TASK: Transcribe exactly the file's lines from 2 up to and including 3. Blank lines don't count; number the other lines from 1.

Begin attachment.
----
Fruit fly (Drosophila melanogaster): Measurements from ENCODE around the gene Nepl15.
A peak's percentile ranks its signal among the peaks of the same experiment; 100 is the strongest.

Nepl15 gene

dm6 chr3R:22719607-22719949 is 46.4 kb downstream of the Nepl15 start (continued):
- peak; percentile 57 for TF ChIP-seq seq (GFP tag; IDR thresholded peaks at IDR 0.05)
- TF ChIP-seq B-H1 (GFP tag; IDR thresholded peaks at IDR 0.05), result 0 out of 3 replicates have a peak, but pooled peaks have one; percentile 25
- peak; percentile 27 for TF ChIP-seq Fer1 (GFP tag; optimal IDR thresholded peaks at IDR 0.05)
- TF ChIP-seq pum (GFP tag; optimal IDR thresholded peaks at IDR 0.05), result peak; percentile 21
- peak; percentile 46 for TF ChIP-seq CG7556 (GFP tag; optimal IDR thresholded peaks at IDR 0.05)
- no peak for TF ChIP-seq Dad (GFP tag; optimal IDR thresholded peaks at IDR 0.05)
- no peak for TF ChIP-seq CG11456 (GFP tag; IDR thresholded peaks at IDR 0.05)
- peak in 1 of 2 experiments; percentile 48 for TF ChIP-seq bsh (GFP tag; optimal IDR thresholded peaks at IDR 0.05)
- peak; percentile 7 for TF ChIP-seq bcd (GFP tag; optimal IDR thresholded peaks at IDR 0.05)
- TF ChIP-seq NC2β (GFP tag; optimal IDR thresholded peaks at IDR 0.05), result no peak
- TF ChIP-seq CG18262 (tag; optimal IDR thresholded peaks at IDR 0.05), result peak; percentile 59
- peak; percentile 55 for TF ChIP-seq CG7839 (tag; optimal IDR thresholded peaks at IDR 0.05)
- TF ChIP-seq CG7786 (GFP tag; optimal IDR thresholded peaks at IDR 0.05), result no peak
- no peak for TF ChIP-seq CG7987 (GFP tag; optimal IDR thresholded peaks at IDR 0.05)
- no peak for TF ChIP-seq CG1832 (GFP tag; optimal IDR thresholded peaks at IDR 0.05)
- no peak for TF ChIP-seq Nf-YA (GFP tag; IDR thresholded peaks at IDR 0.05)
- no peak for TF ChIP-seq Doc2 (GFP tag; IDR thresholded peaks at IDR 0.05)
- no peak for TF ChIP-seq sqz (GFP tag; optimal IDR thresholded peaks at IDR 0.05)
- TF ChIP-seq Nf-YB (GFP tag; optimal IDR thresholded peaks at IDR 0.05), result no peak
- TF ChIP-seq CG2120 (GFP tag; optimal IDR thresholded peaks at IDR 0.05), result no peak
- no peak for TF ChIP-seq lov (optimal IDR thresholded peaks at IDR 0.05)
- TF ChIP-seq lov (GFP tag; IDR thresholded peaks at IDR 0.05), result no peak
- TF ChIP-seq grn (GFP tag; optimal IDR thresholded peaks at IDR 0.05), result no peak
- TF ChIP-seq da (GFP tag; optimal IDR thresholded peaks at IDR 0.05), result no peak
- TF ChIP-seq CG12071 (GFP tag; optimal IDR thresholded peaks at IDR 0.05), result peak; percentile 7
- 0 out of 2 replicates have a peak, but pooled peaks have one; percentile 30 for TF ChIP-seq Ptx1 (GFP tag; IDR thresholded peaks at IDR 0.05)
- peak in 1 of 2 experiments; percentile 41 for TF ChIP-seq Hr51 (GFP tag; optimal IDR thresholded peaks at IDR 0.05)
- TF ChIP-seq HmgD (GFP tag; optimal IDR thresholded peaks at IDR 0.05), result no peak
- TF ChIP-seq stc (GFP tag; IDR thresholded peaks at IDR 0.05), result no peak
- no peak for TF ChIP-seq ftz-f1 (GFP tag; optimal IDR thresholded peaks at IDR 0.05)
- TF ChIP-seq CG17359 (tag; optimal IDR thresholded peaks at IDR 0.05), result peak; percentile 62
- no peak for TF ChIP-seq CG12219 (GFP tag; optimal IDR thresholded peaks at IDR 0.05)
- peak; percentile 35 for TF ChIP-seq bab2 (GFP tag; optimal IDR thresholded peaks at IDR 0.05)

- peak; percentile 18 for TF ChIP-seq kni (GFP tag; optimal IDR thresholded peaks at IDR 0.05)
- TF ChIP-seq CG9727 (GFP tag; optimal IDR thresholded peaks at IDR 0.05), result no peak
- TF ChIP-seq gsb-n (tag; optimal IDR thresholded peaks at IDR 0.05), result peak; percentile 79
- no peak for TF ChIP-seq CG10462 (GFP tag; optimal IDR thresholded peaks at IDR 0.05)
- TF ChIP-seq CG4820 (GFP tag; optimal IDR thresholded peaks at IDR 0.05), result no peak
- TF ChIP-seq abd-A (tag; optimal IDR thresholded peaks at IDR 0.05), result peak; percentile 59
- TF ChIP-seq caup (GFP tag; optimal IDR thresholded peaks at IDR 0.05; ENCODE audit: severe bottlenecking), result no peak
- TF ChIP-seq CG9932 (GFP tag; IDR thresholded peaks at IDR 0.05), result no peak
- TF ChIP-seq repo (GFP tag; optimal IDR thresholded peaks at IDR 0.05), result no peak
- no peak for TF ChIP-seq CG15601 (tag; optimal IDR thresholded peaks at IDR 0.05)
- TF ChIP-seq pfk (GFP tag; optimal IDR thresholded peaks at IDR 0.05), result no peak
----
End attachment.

A peak's percentile ranks its signal among the peaks of the same experiment; 100 is the strongest.

Nepl15 gene